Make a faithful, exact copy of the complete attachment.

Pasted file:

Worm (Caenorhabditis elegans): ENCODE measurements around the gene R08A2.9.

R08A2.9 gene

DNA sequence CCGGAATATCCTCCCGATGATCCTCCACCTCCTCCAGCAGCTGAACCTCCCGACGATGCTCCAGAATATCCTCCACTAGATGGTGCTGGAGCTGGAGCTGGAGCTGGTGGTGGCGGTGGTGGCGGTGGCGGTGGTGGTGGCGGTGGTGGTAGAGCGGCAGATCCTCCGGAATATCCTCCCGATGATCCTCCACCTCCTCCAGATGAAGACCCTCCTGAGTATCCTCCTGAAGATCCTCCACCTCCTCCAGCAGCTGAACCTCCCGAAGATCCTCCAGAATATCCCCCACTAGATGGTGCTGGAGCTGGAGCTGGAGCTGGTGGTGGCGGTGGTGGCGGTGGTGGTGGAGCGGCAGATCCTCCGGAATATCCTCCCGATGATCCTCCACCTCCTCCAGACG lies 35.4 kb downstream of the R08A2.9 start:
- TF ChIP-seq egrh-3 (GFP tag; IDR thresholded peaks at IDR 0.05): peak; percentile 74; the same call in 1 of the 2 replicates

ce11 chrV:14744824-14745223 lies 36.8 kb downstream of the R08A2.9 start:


Worm (Caenorhabditis elegans): ENCODE measurements around the gene R08A2.9.

R08A2.9 gene

DNA sequence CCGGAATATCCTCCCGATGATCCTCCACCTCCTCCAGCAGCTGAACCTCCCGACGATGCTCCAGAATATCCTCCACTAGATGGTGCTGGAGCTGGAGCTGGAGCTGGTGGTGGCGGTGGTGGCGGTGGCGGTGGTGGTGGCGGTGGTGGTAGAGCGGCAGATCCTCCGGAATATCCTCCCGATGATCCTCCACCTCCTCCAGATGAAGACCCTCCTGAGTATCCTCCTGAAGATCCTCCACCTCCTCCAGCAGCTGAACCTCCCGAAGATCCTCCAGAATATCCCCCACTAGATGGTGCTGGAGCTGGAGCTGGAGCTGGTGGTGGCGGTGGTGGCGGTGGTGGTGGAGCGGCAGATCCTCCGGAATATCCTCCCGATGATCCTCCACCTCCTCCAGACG lies 35.4 kb downstream of the R08A2.9 start:
- TF ChIP-seq egrh-3 (GFP tag; IDR thresholded peaks at IDR 0.05): peak; percentile 74; the same call in 1 of the 2 replicates

ce11 chrV:14744824-14745223 lies 36.8 kb downstream of the R08A2.9 start: